The final contest of 2013 for the Bulls (12-18) ended on a sour note, as a fourth-quarter rally by the resurgent Raptors (14-15) led to an 84-79 defeat Tuesday night at the United Center, closing out what was a challenging calendar year.
Whether the beginning of the New Year’s Eve matchup could be termed a defensive masterpiece or, more accurately, poor offensive basketball, it was a low-scoring affair at the outset of the contest, with both teams combining to make three of the game’s first 18 shots. All-Star small forward Luol Deng (16 points), in his return to the Bulls’ lineup after missing the last five games with a left Achilles’ injury, was a relative bright spot in the early going, as was Raptors’ swingman counterpart DeMar DeRozan (11 points), who played the aggressive brand of basketball that’s served Toronto well all season, especially since Rudy Gay was jettisoned to Sacramento via trade.
The visitors otherwise enjoyed balanced scoring, particularly from the second unit, and took a slim lead and despite the wing duo of Jimmy Butler (15 points, seven rebounds) and Mike Dunleavy Jr. (13 points) coming alive late in the opening period, the Bulls trailed, 21-16, at the conclusion of the first quarter.
An 10-0 run to begin the second period propelled the Bulls ahead of their guests, as the bench quartet of the sharpshooting Dunleavy, usual suspect Taj Gibson (12 points), floor general D.J. Augustin and grizzled veteran Nazr Mohammed led the way. Gibson, in particular, was feeling it and had the hot hand, but the Bulls’ bench as a whole was more potent offensively, a side effect of Deng’s return making the squad more complete from top to bottom.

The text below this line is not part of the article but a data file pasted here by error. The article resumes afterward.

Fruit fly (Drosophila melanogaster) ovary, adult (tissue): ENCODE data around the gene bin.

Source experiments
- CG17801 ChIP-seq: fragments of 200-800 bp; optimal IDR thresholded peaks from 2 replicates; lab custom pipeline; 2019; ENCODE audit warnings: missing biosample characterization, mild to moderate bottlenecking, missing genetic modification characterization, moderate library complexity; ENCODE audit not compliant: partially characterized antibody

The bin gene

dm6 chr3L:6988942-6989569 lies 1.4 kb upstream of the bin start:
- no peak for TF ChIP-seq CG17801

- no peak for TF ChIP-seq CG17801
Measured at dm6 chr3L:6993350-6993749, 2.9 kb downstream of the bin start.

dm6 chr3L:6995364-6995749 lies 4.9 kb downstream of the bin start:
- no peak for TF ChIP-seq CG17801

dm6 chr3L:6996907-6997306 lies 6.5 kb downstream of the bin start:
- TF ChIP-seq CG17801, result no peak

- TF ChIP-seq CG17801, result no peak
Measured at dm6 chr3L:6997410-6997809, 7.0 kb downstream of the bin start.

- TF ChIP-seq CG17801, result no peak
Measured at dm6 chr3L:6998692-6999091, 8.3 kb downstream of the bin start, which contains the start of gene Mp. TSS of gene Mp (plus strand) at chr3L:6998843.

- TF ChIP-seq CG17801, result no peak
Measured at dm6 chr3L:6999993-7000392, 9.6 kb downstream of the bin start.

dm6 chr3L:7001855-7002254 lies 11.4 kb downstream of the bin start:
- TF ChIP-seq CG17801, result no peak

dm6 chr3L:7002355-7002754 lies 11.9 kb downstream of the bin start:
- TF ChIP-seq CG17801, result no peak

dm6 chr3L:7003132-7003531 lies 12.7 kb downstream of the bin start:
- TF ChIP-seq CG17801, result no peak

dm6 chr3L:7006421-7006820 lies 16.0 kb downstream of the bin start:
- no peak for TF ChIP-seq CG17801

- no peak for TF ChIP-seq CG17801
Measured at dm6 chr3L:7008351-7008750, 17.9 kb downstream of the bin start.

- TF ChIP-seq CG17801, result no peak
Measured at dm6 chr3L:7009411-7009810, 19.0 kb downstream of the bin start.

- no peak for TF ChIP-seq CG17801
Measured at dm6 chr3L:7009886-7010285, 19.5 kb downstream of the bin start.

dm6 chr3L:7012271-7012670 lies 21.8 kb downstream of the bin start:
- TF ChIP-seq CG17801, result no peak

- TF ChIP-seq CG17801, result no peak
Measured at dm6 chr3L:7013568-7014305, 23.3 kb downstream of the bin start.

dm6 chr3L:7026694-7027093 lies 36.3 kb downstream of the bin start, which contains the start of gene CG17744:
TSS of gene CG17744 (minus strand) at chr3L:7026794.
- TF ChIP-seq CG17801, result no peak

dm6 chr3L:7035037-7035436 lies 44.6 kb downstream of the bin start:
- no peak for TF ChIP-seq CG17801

But the Raptors kept battling and behind the trio of DeRozan, young center Jonas Valanciunas (15 points, nine rebounds) and powerful point guard Kyle Lowry (13 points, six assists), Toronto never let the Bulls build a double-digit lead. At the intermission, however, the Bulls were able to maintain a 42-36 advantage.
After the break, the high activity level of All-Star center Joakim Noah (seven points, 16 rebounds, six assists), mostly manifested in his rebounding numbers, and Butler’s continued aggressiveness buoyed the Bulls. While Toronto’s balanced attack and refusal to be cowed on the interior enabled the Raptors to stay within close contact, the reserve tandem of Gibson and Dunleavy again made an impact in the third quarter, resulting in the Bulls clinging to a 62-57 lead heading into the final stanza.
The start of the fourth quarter saw the Bulls surrender their lead, courtesy of a 21-4 extended run by the Raptors, keyed by the interior play of Valanciunas and a cadre of reserves, including backup point guard Greivis Vasquez, stretch power forward Patrick Patterson and ex-Bulls swingman John Salmons. Thanks to the Bulls’ ball-security issues, suddenly-porous defense and inefficient shooting, Toronto’s lead ballooned to double digits, putting the Bulls in the position of having to fight an uphill battle as the game entered its stretch run.
A Butler transition layup, plus the foul, cut the Bulls’ deficit to five points, 80-75, with 2:01 remaining, but after a defensive stop, Deng mishandled a sharp interior pass from Gibson, leading to the team’s 15th miscue of the evening. Following a timeout, the Raptors returned the favor, turning it over on the subsequent inbounds pass with 1:27 to go in the contest.
Deng got a chance to redeem himself and after getting fouled, knocked down a pair of free throws to make it an 80-77 game with 1:24 on the clock. On the next trip down for the Raptors, Gibson fouled DeRozan, his old college teammate, who split a pair of attempts from the charity stripe, making it 81-77 with under a minute to play.
Sandwiched around an empty trip to the foul line for Salmons, back in his old stomping grounds, were two failed possessions for the Bulls, so the scoreboard didn’t change until Valanciunas hit two shots from the line with 27.2 seconds remaining to seal the deal.